Compassion and professional care: exploring the domain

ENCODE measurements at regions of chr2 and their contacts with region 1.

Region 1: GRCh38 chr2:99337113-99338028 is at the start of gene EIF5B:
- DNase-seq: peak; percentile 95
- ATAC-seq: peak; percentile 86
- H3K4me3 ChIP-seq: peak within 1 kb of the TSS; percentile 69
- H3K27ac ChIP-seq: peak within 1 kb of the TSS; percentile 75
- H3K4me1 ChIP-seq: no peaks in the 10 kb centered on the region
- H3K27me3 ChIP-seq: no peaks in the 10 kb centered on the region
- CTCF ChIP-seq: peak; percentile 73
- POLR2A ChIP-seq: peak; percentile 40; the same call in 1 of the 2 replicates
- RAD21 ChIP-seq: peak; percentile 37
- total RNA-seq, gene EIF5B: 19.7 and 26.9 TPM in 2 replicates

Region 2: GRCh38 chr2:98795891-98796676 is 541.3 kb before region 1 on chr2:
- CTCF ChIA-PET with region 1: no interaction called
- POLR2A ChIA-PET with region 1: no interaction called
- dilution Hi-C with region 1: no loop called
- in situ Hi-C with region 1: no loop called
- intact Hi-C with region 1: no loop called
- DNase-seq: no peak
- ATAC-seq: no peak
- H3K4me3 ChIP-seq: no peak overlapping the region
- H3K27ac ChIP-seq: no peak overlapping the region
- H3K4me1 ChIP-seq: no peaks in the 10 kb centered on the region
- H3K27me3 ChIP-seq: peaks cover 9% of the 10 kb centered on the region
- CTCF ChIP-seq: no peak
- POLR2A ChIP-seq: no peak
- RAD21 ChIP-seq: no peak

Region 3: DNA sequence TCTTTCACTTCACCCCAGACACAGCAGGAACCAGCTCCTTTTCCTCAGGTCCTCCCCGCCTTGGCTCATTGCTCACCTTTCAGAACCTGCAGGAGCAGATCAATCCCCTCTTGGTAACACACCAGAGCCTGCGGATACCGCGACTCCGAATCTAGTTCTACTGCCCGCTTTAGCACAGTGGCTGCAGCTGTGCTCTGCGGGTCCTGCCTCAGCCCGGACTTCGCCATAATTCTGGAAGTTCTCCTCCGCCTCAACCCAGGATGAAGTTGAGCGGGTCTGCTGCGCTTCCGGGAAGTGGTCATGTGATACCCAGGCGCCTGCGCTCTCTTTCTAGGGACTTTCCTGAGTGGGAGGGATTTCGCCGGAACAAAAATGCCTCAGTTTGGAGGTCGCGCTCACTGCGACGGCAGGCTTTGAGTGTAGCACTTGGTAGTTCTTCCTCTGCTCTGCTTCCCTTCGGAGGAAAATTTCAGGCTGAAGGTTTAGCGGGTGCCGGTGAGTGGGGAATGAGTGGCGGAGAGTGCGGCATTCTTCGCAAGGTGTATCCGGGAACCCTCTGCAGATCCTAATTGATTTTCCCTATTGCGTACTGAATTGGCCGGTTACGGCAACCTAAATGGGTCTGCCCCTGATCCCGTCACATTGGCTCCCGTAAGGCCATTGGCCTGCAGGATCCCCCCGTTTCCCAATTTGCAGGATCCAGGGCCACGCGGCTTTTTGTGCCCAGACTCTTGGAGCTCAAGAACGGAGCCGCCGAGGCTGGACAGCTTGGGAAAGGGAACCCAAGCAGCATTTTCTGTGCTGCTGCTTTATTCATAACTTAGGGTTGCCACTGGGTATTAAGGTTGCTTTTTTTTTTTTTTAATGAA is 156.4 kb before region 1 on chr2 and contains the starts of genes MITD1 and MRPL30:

Compassion unites people during times of suffering and distress. Unfortunately, compassion cannot take away suffering. Why then, is compassion important for people who suffer? Nurses work in a domain where human suffering is evidently present. In order to give meaning to compassion in the domain of professional care, it is necessary to describe what compassion is. The purpose of this paper is to explore questions and contradictions in the debate on compassion related to nursing care. The paper reviews classical philosophers as well as contemporary scientists' main arguments on compassion. First, I will examine the relationship between compassion and suffering. Second, how does one recognize serious suffering? This issue raises questions about the role of imagination and the need for identification. Third, literature describes compassion as an emotion. Some philosophers consider emotions uncontrollable feelings; others see a clear rational dimension in emotions. In order to determine what compassion is, it is necessary to weigh these contradictional arguments. Fourth, I will discuss motives for compassion. Is compassion an act of altruism or egoism? In this debate Nietzsche and Schopenhauer are well-known opponents. Today, analysis of their arguments leads to some surprising conclusions. Fifth, there is the issue of fault and compassion. Can we only feel compassionate when people who suffer are not to blame for their own suffering? Such a condition faces professional caretakers with a dilemma which needs a thorough analysis if compassion is to be of use in the field of professional care. Finally, I will explore the moral meaning of compassion. Compassion, described as a concept with cognitive as well as affective dimensions, also has volitional and behavioural aspects. These aspects specifically are of importance to nursing care and further research of compassion in the nursing domain.